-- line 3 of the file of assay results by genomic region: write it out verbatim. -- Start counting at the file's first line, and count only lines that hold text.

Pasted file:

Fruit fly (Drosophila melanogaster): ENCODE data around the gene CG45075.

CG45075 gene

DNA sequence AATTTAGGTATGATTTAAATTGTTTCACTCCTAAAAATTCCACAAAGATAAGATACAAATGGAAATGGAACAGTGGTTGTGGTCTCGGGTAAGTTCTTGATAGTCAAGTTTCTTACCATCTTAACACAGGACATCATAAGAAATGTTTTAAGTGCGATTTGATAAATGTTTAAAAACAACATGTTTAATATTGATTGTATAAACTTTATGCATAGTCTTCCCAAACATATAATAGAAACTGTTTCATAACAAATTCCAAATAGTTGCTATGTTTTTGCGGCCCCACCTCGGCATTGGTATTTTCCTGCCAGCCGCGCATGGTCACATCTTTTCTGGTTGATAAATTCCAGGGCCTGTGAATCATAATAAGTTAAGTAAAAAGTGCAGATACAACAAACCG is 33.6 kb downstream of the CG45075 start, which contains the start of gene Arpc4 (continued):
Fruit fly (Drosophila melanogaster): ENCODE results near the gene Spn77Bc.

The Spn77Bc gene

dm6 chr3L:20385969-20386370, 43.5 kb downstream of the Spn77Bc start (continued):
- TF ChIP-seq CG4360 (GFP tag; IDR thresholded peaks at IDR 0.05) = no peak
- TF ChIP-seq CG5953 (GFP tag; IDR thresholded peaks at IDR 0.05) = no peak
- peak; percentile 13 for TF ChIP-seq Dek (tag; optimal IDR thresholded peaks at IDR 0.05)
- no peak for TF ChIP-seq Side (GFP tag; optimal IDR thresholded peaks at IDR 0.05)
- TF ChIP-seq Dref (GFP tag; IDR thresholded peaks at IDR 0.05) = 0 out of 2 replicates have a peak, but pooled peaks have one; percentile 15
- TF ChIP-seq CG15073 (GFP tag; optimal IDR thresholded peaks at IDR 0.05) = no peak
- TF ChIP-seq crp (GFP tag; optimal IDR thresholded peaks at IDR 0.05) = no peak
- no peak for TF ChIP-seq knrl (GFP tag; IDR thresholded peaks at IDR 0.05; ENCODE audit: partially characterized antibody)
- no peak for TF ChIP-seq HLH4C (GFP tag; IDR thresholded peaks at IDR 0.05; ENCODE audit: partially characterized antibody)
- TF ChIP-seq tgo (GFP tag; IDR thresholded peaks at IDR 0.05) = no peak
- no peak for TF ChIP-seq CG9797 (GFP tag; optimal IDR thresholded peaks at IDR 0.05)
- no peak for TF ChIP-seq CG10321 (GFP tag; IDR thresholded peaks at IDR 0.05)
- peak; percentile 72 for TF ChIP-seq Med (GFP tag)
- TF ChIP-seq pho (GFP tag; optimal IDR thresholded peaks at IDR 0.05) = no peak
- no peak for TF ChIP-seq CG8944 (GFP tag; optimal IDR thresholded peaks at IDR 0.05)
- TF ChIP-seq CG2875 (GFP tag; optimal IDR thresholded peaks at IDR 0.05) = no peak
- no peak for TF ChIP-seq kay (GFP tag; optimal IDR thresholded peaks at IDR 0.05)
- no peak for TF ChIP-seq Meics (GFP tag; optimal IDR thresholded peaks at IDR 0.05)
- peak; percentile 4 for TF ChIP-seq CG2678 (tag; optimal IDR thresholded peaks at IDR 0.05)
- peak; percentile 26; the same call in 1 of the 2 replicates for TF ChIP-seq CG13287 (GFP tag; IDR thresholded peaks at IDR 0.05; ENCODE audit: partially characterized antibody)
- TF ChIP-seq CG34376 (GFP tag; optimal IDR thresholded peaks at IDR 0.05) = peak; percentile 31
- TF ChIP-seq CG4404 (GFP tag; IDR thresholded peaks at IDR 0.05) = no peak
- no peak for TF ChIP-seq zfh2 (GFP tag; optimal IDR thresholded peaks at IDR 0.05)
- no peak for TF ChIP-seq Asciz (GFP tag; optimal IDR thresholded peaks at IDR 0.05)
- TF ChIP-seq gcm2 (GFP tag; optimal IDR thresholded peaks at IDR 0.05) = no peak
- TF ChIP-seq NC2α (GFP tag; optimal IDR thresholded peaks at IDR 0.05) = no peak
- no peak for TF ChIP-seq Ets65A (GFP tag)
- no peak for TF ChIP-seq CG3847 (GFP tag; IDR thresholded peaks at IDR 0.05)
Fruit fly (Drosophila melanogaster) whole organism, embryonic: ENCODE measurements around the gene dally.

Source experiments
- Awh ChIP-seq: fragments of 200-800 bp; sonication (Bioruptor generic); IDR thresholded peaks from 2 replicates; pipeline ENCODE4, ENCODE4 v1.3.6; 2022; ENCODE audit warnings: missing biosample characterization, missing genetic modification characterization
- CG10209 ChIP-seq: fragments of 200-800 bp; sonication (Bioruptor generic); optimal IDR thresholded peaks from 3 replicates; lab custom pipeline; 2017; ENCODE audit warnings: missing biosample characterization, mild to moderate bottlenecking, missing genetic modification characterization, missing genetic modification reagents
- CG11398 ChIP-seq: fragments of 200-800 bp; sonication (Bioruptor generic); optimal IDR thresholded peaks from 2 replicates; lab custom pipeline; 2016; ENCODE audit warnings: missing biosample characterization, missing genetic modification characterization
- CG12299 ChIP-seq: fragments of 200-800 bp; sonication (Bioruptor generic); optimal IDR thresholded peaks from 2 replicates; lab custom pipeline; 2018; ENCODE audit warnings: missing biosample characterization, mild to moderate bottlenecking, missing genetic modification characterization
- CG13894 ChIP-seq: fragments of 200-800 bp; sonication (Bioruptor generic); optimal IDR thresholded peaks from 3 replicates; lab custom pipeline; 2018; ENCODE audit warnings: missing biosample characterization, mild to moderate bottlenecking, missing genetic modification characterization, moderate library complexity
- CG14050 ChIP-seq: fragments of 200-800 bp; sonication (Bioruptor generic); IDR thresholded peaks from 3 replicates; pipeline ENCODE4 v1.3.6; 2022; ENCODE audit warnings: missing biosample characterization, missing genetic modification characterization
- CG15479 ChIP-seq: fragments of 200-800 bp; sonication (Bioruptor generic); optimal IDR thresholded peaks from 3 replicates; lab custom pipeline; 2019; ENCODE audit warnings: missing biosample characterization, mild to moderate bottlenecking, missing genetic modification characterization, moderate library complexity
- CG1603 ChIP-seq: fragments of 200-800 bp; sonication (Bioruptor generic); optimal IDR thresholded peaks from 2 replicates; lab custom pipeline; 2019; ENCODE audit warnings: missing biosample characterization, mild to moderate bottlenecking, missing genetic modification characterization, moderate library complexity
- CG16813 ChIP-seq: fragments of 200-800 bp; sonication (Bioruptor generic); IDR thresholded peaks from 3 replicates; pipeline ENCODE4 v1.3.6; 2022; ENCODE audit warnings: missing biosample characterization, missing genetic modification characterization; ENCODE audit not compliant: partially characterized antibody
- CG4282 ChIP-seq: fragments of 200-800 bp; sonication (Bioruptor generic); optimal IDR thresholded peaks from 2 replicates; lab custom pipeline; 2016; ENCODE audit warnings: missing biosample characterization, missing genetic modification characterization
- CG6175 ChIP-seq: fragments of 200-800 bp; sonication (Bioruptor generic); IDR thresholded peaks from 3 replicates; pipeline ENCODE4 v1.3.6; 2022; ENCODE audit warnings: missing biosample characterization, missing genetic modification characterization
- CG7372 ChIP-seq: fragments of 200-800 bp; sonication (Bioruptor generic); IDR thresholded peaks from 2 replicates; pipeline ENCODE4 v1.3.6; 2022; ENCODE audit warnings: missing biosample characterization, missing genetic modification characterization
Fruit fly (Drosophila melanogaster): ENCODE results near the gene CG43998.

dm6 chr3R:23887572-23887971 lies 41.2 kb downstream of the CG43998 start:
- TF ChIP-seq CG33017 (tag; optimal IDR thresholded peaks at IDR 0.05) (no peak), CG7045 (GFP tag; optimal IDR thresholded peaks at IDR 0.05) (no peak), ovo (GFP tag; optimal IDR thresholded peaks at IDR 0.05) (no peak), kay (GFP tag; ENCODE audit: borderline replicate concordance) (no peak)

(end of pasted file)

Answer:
DNA sequence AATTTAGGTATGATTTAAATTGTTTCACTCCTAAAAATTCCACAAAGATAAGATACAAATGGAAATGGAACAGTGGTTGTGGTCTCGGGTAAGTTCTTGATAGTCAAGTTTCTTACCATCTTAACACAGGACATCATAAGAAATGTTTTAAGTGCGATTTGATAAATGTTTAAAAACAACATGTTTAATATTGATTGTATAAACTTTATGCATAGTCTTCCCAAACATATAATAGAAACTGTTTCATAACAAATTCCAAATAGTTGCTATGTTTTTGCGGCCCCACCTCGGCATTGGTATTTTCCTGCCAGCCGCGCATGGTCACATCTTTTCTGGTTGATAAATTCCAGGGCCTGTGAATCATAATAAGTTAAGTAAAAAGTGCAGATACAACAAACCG is 33.6 kb downstream of the CG45075 start, which contains the start of gene Arpc4 (continued):